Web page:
Abbas vows security for elections

"The monopoly of force must belong to the PA alone," says Abbas.

By
December 2, 2005 19:09
2 minute read.
abbas stands at microphone contemplating 298

abbas at mike 298 88 ap. (photo credit: AP [file])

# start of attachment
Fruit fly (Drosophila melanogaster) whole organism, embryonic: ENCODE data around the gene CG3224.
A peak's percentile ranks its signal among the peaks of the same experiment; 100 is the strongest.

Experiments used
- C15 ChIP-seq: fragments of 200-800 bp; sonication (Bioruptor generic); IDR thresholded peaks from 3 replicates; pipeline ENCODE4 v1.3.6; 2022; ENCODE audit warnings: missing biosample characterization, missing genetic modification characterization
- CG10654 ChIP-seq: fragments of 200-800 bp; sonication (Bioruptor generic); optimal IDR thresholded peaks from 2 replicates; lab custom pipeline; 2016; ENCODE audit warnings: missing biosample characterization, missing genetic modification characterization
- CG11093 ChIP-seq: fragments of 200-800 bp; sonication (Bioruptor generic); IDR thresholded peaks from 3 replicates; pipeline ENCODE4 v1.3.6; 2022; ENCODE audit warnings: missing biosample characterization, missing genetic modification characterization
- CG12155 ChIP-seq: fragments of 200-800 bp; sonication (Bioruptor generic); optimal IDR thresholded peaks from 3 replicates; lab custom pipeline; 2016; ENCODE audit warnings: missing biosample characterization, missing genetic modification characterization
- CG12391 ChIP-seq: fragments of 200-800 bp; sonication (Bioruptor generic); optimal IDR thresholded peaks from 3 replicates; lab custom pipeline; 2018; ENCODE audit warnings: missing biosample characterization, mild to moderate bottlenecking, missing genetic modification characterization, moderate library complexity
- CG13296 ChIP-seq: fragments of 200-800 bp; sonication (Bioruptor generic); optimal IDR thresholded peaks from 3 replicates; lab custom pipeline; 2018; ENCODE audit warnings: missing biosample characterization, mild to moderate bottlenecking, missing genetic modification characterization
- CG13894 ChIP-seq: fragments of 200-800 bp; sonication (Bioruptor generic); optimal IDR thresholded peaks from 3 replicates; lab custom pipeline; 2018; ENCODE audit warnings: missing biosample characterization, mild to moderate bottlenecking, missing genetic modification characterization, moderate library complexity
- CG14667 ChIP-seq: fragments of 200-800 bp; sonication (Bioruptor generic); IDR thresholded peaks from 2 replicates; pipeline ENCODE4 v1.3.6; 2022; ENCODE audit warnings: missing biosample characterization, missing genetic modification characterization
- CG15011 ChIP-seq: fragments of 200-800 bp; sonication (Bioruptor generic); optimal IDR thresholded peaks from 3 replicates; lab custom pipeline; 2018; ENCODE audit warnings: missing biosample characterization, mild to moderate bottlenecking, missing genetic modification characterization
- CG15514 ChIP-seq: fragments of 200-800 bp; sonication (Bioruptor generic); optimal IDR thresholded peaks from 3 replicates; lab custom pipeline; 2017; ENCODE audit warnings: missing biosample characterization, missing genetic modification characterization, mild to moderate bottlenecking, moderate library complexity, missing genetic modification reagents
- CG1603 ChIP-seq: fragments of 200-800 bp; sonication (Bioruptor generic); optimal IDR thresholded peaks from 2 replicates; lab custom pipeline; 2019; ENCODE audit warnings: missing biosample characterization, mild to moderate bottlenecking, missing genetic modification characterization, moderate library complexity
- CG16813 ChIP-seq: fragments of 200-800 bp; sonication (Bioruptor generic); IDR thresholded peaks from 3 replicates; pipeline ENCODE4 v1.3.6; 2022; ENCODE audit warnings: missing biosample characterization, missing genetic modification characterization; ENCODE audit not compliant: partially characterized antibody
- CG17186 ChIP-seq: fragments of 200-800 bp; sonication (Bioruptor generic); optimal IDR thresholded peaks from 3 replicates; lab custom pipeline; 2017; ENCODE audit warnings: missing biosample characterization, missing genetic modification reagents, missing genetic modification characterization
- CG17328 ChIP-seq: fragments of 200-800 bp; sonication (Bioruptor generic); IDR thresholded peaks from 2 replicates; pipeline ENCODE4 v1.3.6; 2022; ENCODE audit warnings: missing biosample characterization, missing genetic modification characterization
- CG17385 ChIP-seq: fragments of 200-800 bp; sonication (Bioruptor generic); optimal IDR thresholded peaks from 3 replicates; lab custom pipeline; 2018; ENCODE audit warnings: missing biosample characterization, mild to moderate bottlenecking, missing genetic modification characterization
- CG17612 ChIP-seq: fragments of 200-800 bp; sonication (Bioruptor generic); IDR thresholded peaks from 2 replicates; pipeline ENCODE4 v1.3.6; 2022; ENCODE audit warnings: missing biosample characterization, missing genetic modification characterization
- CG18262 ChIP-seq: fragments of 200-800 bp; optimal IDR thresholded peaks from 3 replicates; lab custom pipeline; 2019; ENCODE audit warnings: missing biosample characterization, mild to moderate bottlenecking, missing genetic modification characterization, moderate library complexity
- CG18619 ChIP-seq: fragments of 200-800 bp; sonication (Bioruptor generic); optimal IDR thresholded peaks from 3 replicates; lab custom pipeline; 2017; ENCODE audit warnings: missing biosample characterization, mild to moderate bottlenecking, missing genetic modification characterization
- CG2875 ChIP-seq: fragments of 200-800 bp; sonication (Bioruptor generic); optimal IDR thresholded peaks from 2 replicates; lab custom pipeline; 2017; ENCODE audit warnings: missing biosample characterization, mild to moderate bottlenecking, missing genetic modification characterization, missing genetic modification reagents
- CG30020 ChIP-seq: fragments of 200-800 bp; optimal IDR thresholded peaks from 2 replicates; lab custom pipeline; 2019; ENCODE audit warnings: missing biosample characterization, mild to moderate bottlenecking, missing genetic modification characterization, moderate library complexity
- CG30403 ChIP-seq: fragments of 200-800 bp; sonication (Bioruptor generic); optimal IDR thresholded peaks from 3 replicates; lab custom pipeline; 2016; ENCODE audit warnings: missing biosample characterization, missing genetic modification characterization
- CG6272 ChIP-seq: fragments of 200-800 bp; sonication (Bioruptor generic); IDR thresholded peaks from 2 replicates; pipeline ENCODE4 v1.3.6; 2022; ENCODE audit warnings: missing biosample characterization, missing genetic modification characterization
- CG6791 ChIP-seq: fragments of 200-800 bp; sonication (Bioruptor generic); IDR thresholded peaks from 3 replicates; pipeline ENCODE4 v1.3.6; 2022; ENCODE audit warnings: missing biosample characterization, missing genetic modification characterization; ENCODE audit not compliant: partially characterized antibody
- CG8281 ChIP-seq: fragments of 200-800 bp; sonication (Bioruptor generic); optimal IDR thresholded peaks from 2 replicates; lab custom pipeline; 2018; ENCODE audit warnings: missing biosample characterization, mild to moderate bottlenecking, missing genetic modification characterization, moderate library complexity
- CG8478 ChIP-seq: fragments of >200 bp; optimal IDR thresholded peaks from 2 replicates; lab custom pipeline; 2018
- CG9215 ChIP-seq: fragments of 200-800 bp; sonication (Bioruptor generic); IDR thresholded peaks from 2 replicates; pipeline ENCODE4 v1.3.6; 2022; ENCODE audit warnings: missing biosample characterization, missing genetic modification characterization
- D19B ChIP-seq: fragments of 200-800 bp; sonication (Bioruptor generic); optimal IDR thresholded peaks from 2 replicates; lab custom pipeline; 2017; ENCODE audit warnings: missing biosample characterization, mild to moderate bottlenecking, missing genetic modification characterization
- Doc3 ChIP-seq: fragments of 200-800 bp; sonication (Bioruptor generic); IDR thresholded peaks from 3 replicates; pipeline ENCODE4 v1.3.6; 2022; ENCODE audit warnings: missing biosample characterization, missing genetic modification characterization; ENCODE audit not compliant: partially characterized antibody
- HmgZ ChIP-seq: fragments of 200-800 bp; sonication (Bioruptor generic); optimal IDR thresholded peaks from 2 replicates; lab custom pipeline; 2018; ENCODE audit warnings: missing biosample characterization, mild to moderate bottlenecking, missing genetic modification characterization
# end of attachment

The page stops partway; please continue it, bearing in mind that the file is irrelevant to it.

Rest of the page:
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Palestinian leader Mahmoud Abbas vowed Friday to end the violence that marred this week's primary elections across the Palestinian territories and promised "security and transparency" in upcoming parliamentary polls. On a three-day visit to Italy, Abbas stressed "the issue of security, of public order and of the end of violence represents a vital interest for our people." "The monopoly of force must belong to the Palestinian Authority alone," Abbas said, adding that the Palestinians "must guarantee participation, security and transparency" in next month's parliamentary elections, Abbas said after talks with Italy's head of state, President Carlo Azeglio Ciampi. The ruling Fatah party is holding its first primaries as it gears up for the January vote, but the primaries have been marred by violence and disarray. Earlier this week, results in the Gaza Strip were nullified after gunmen attacked polling stations. Flanked by Abbas, Ciampi said that to achieve peace and independence for his people, the Palestinian leader must "maintain public order, fight subversive and terrorist movements and make them lose strength." Abbas and other Palestinian officials met with Italian Premier Silvio Berlusconi and Foreign Minister Gianfranco Fini. Abbas thanked Italy for its contribution to the Middle East peace process and its participation in EU teams monitoring the newly opened Gaza-Egypt border crossing at Rafah. Ciampi also urged Israelis and Palestinians to abide by the "road map" peace plan after Israel's withdrawal from Gaza. Asked about political developments in Israel, including the recent establishment of Sharon's Kadima Party, in view of Israeli elections in March, Abbas said "whoever wins will have our full cooperation." Abbas was scheduled to be received by Pope Benedict XVI on Saturday at the Vatican, his first official meeting with the new pontiff. When Pope John Paul II received Palestinian leader Yasser Arafat in 1982, the first of many meetings the two men had, protests were sparked in Israel and in the worldwide Jewish community.

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